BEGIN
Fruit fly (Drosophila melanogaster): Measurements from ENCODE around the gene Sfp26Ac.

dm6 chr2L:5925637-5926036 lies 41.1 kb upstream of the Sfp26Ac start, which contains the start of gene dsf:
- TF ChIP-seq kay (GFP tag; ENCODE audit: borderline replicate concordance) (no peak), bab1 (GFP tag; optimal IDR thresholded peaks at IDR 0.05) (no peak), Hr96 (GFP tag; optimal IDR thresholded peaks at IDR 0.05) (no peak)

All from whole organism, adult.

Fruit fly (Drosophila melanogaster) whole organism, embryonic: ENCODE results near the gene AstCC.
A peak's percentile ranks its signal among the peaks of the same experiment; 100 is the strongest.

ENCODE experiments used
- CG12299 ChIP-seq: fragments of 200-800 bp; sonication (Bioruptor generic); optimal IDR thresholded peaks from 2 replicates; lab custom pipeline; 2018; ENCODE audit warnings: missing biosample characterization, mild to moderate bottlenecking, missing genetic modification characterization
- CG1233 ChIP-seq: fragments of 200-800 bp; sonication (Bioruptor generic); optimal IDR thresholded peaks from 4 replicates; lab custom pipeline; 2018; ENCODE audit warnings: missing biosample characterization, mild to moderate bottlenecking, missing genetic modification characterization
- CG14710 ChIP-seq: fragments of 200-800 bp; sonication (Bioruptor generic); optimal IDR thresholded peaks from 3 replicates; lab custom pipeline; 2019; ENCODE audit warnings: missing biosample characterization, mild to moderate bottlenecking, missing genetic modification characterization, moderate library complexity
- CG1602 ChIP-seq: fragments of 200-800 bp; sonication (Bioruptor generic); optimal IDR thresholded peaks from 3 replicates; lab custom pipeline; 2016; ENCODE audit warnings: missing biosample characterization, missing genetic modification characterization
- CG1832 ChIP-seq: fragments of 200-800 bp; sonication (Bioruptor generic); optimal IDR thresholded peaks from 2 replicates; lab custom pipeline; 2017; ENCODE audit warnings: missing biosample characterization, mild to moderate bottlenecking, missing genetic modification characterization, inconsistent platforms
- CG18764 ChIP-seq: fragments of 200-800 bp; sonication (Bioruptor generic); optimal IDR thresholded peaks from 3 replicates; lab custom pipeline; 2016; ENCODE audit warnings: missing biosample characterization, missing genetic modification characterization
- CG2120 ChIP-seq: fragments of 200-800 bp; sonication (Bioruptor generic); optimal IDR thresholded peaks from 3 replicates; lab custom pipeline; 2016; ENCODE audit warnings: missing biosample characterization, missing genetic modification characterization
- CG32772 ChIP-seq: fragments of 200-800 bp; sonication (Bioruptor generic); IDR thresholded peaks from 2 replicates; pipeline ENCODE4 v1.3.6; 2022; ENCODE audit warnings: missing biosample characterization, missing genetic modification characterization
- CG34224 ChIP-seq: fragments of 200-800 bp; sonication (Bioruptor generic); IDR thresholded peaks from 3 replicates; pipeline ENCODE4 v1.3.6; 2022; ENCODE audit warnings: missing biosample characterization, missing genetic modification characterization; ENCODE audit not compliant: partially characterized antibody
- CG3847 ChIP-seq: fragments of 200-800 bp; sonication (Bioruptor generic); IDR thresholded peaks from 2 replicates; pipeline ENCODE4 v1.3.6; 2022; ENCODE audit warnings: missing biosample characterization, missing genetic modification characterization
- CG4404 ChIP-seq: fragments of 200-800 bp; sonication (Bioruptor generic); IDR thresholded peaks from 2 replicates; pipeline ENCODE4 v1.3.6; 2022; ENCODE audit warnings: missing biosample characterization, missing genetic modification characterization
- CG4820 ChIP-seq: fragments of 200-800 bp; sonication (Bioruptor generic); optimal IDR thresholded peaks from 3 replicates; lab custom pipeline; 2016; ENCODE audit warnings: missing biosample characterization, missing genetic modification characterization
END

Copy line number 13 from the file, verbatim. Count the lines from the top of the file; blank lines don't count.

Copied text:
- CG18764 ChIP-seq: fragments of 200-800 bp; sonication (Bioruptor generic); optimal IDR thresholded peaks from 3 replicates; lab custom pipeline; 2016; ENCODE audit warnings: missing biosample characterization, missing genetic modification characterization